The more things change, the more things stay the same.

That was the message from L’Oréal USA Chief Executive Officer David Greenberg, who was on stage June 5 during a fireside chat with CEW chairwoman Jill Scalamandre.

“What hasn’t changed is it’s still about the product, it’s still about something amazing that people want. It’s still about a great lipstick and how something makes you feel. is and feels,” Greenberg said when asked how the industry has changed since the start of her 30-year career at L’Oréal.

That being said, the business dynamics have completely changed. “Back in the day, shelf space, marketing mix and media were your voice,” Greenberg said. “The rules were very clear, there was some power of scale, and we were trying to take market share away from competitors. Today, there are no boundaries, no limits, the shelf is limitless and all are welcome.

Greenberg, who took over L’Oréal’s U.S. division in 2022 after running the professional products division for North America, said that despite L’Oréal’s size — the global company’s sales calendar for 2023 has reached over $44 billion – a business imperative. approach to both culture and innovation.

“It’s what’s happening tomorrow, with a remarkable appreciation of the past that’s true today: the spirit of entrepreneurship, appreciation of people, creativity and open-mindedness,” Greenberg said.

“We’re the global leader in beauty. We have a challenge, and that challenge comes from an inherent sense of inadequacy. The notion that we can always do better,” he continued. That’s how you build a modern culture, where people are treated with respect, and we find ways to challenge each other. If customers are challenging us, we talk about flexibility as one of the main things.”

He also thinks about developing a culture for his job, noting that he is moving his workforce back to the company’s offices. “The most important part of my job is trying to promote, communicate and nurture culture,” he said. “It’s hard to do that when you don’t see anyone.”

Despite the respect for L’Oréal’s heritage, the company is also growing rapidly. “It was 2005 when we said we were going to be a digital company. In 36 months, we were a digital company and we were the leader. “Now, we’re saying beauty tech. To us, that means an entire ecosystem of technology deployed to help you improve the way you work.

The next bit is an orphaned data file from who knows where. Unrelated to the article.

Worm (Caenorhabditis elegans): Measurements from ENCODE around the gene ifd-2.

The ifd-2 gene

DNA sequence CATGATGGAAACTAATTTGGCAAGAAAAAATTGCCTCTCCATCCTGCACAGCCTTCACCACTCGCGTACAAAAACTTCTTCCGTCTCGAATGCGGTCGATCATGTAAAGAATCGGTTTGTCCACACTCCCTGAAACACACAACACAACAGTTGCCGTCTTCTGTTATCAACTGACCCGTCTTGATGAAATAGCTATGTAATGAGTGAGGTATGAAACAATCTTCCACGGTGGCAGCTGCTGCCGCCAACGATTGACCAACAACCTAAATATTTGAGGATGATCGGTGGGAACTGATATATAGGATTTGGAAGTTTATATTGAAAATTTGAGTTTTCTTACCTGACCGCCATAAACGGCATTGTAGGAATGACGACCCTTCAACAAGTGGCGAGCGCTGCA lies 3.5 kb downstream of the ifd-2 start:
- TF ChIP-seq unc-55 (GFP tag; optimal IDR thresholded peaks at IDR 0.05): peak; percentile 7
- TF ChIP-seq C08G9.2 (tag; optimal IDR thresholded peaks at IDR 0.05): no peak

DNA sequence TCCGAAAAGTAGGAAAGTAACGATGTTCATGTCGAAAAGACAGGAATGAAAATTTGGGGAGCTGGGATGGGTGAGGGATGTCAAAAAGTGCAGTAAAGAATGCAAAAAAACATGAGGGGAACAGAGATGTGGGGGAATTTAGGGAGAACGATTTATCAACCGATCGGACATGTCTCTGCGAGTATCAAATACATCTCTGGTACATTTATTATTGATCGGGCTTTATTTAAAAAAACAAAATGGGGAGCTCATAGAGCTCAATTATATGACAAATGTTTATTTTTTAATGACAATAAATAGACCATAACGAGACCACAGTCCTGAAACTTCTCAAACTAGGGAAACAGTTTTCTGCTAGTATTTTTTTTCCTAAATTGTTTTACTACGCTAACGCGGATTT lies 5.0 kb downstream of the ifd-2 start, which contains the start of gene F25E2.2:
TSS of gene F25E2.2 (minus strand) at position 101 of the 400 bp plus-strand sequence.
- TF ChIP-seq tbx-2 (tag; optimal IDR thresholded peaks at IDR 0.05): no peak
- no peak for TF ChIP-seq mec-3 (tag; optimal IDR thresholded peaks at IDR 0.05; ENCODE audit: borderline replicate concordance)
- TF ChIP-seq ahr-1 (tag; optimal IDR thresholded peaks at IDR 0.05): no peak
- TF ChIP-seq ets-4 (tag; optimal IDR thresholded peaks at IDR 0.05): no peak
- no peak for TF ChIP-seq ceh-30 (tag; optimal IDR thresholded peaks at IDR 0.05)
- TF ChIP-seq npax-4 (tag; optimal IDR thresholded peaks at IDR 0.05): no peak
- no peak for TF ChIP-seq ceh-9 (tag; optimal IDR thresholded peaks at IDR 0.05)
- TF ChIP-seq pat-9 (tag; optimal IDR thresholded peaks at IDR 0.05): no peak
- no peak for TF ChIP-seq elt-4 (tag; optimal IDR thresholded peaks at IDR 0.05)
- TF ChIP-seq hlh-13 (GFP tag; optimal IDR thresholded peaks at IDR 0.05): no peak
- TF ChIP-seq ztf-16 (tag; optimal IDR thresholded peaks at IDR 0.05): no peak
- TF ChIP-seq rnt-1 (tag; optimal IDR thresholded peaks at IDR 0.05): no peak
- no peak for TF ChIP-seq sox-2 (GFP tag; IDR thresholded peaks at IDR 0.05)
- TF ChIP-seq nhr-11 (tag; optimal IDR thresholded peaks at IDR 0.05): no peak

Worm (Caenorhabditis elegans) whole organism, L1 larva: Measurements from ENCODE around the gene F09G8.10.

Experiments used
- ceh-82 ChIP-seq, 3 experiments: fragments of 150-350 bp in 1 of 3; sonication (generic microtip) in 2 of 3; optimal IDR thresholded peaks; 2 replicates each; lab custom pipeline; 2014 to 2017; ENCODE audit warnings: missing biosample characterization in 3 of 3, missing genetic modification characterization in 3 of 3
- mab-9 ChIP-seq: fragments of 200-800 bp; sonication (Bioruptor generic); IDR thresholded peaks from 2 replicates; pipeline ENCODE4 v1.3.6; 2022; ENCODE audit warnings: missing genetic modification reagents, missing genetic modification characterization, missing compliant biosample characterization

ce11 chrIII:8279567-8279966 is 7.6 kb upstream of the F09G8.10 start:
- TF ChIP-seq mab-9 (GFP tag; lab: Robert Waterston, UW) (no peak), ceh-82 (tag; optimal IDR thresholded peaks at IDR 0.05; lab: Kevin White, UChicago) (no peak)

Those technologies can drive the journey from development to formulation. “Beauty tech really just means that technology can enable business,” Greenberg said. These efforts are global. “We have a global beauty tech team, we have teams all over the world, we have a venture fund that enables us to access new technologies.”

They all come back to L’Oréal’s branding efforts. “Most of the growth coming from brands today are the same brands they were 10 years ago. The technology is designed to leverage the capabilities of the brands that consumers know and love,” he said.

Greenberg is excited about the new generation of aging consumers in the market. “They’re going to be amazing customers for life,” he said, with the caveat that L’Oréal brands don’t market to consumers under 16. Going to talk and watch TV. It’s not like we can keep the product a secret from them.

Just as beauty demographics are blurred, so is Chanel. “You have to define who your customers are and make sure you’re serving them,” he said. To that end, he thinks the men’s brand would be the perfect addition to L’Oréal’s portfolio.

“We don’t have many brands in the house of L’Oréal that have done a great job of bringing men into beauty,” he said. “There are a lot of unisex brands. But there are still needs for men as a demographic, and we want to grow.

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